At the same time, there is always huge competition for these positions since working conditions and salaries are very good. Such tech giants have various programs to help with relocation and employment. They even help find housing and schools for children. Because of this attitude towards their employees, the world receives excellent testing specialists from various countries – India, Africa, and Eastern Europe.

 

What would we do without them?

The tester’s task is to test the software before it is released to the general public. It is still impossible to protect yourself from bugs 100% of the time, which is why one of the Itera Research services is a specialist who, even after the development is completed, will control the project and carry out a thorough inspection and program-wide cleanup of bugs.

The modern world is developing and changing very quickly – every day, dozens, if not hundreds of new sites, applications, games, operating systems, and many more products are released that simply need those who will conduct performance tests.

 

Itera Research has a team of experienced testers, and we are constantly looking for talent. Our QA department performs functional testing at every stage of the software development or after the release. We test mobile applications on real devices. Our test automation engineers turn routine manual tests into automated scripts and prepare all the necessary test data. After all, everything that we all use now, at one time passed through days, if not months, in search of the most minor bugs and flaws – and all this so that the user was satisfied even when the public version of the product was launched.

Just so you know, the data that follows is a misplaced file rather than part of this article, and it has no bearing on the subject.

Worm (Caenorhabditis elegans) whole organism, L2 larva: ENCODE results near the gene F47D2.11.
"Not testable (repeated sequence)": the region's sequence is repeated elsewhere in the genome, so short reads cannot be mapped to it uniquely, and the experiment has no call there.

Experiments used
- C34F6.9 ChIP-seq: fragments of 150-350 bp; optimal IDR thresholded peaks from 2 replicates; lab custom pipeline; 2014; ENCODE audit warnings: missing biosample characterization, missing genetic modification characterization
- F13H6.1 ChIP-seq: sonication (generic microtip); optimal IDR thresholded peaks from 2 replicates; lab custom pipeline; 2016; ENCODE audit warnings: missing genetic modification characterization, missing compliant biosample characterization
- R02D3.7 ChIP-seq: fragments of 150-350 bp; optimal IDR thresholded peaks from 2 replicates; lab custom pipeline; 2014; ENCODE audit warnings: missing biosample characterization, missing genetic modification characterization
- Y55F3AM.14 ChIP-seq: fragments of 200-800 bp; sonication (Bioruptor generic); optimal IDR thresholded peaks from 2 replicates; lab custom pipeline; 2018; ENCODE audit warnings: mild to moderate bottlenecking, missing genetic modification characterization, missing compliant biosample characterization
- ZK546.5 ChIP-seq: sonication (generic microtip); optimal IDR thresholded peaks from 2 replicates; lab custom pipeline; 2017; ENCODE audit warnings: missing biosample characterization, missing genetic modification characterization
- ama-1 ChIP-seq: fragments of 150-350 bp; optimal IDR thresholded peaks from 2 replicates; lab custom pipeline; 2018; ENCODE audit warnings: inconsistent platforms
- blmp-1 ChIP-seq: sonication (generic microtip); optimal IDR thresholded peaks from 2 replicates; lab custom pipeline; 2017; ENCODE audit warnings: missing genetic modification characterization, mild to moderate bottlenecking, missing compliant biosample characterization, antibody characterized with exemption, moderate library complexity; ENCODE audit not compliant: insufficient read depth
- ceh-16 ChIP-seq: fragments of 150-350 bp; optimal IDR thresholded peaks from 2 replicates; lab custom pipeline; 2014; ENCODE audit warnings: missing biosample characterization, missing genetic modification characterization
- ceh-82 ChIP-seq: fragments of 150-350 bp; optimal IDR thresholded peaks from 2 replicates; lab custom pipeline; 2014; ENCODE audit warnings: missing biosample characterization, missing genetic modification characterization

Thorough, complete, website testing for major websites, spanning dozens of pages can cost hundreds and hundreds of dollars. However, this type of money and the rigorous testing that major corporate websites go through does not preclude the words “do-it-yourself”. Even with only a beginner’s knowledge of testing websites, starting from scratch, will take under a week for a moderately sized website (we’re not talking about testing Wikipedia here). As such there’s absolutely no excuse for checking and testing at least the basics.

Start early

This point can’t be stressed enough. If you wait until the website is complete, or nearly complete then it will be, almost guaranteed, a train wreck. Ideally, you should start testing as soon as you start coding. From day one, test and test again so that you can discover where things are going wrong, as they are going wrong. This helps avoid playing the part of detective as well as avoiding catastrophic errors before they become a catastrophe.

Baseline requirements and acceptable protocols